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HM12 SESSION ANALYSIS: Unanswered Questions in Antithrombotic Therapy


 

Daniel Brotman, MD, FACP, FHM, of Johns Hopkins Hospital in Baltimore, addressed questions all hospitalists wonder about:

1. Is warfarin still the best anticoagulant in afib? 2. Should DVT prevention extend beyond hospitalization? 3. What is the best evidence for LMWH bridging in valve patients? 4. When should anticoagulation be started in stroke patients with afib?

Warfarin, Dr. Brotman explained, has many disadvantages, and new oral anticoagulants (dabigatran, apixaban, rivaoxaban) offer many advantages with lower side-effect profiles. All of the new agents appear to have either better efficacy or trend toward better efficacy, none require monitoring, and all have lower rate of ICH.

Prices are higher for new agents, but are competitive with other drugs currently on market for other diseases. Use dabigatran with caution in patients with renal failure, and realize that there is no antidote for any of these drugs. Dabigatran is acidic and causes GI upset, thus a higher rate of GI bleeding. Stop any of these 5 days prior to planned proceduers; longer if patients are at high risk of bleeding.

Evidence from RCTs in hospitalized surgical patients suggest that VTE prophylaxis should be continued in patients undergoing hip surgery and surgery for abdominal or pelvic malignancy. Patients admitted for acute medical illness do not benefit from VTE prophylaxis beyond acute hospitlaization, even if immobilized, unless they have solid tumors with additional risk factors (hormone use, prior VTE, etc.) and are at low risk for bleeding. Chronically immobilized patients do not benefit from VTE prophylaxis beyond the acute hospitalization.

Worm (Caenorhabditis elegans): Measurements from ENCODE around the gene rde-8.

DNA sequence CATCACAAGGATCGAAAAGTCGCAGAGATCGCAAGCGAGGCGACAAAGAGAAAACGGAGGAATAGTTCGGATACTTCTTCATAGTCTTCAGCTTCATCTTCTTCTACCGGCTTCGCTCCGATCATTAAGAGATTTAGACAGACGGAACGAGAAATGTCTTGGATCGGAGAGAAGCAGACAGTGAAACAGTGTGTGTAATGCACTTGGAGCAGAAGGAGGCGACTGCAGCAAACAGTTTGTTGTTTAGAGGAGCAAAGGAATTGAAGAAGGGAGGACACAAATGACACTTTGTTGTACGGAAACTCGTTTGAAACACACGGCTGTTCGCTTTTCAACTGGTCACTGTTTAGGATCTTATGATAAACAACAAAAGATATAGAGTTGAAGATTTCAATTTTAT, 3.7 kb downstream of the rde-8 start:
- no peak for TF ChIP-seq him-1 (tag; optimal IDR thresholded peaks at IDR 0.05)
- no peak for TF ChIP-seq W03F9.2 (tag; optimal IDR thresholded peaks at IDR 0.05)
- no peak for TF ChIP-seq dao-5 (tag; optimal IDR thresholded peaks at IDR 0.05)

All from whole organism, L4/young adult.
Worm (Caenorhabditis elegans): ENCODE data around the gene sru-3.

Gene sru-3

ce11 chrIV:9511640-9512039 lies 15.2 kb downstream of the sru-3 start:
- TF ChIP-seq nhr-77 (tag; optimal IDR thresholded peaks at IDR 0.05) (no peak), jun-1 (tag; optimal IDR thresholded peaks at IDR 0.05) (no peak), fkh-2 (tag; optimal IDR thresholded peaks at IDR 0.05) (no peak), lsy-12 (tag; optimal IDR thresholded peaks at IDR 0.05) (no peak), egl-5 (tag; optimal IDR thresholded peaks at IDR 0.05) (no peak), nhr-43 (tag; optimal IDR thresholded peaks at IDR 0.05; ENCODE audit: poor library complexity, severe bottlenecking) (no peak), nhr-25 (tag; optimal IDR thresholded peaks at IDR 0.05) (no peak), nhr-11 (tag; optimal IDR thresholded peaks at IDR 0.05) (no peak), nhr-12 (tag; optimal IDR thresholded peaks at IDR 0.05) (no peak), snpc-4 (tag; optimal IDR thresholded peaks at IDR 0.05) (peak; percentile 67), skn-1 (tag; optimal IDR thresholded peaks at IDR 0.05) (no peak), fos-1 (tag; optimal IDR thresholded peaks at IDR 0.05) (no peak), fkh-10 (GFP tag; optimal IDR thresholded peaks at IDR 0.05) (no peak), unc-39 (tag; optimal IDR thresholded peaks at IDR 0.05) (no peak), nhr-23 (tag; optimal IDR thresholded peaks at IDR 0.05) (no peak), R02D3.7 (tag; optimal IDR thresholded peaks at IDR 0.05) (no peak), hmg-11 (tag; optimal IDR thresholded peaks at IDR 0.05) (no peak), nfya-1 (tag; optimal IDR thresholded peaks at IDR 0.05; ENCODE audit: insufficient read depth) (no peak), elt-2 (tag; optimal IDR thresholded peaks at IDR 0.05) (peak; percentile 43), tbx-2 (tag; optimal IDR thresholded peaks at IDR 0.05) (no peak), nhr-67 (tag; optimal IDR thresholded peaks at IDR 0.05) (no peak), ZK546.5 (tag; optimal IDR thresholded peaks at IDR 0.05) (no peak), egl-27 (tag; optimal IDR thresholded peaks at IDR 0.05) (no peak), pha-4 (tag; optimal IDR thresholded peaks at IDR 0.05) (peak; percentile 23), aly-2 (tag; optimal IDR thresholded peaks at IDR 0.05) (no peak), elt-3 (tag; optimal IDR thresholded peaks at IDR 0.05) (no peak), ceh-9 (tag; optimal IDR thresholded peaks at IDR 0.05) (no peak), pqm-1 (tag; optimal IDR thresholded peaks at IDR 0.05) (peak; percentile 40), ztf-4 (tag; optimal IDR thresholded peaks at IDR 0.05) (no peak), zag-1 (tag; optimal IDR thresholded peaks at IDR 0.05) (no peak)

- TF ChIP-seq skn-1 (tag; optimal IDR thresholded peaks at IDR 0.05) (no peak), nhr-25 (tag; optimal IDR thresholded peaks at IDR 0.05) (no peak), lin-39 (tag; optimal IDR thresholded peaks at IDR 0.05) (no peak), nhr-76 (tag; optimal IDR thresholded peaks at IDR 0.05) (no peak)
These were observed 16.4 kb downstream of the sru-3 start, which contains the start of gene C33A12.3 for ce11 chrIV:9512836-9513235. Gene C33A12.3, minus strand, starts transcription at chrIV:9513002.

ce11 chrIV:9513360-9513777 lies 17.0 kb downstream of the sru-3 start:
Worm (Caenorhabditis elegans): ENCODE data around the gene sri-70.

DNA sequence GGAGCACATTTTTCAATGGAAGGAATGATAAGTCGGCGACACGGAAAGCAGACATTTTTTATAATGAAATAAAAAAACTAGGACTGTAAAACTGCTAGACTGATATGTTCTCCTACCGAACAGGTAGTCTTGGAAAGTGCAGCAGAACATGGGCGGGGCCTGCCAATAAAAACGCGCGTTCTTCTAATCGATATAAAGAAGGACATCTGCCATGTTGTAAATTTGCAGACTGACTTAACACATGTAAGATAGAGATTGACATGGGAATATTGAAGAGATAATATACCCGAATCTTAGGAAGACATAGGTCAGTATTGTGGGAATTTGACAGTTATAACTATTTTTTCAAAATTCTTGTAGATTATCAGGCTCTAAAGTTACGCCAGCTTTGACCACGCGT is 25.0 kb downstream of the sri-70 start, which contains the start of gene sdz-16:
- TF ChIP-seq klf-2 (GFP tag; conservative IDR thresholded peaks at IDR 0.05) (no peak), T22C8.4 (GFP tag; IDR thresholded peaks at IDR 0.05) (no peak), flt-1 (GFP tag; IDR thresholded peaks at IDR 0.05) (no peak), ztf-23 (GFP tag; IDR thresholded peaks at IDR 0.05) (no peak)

Bridging-aortic valves have an equivalent CHAD2 score of about 2, so there really is no need to bridge pre-op. Mitral valves have a CHADS2 score of about 4-5, so they always need to be bridged. No head-to-head trials of bridging with LMWH exist, but it's still worth considering if no contraindications because it is much more cost-effective than inpatient admission for IV UFH.

Oral anticoag can be started within 1-2 weeks of stroke onset. The larger the stroke, the greater the risk of hemorrhagic transformation with early anticoagulation, so the smaller the stroke, the safer to start early. VTE prophylaxis important regardless.

Key Takeaways:

  • We'll be using the new oral anticoagulants in place of warfarin in the coming years, although there is no safe anticoagulant. Be cautious and aware of the side effect profiles of each.
  • Don't sweat VTE prophylaxis in chronically immobilized patients unless they are acutely hospitalized.
  • VTE prophylaxis is critical in stroke patients, but the larger the stroke in afib patients, the longer the wait to start oral anticoagulation.

Dr. Foxley is medical director of Inpatient Management, Inc., at the The Nebraska Medical Center Hospitals in Omaha

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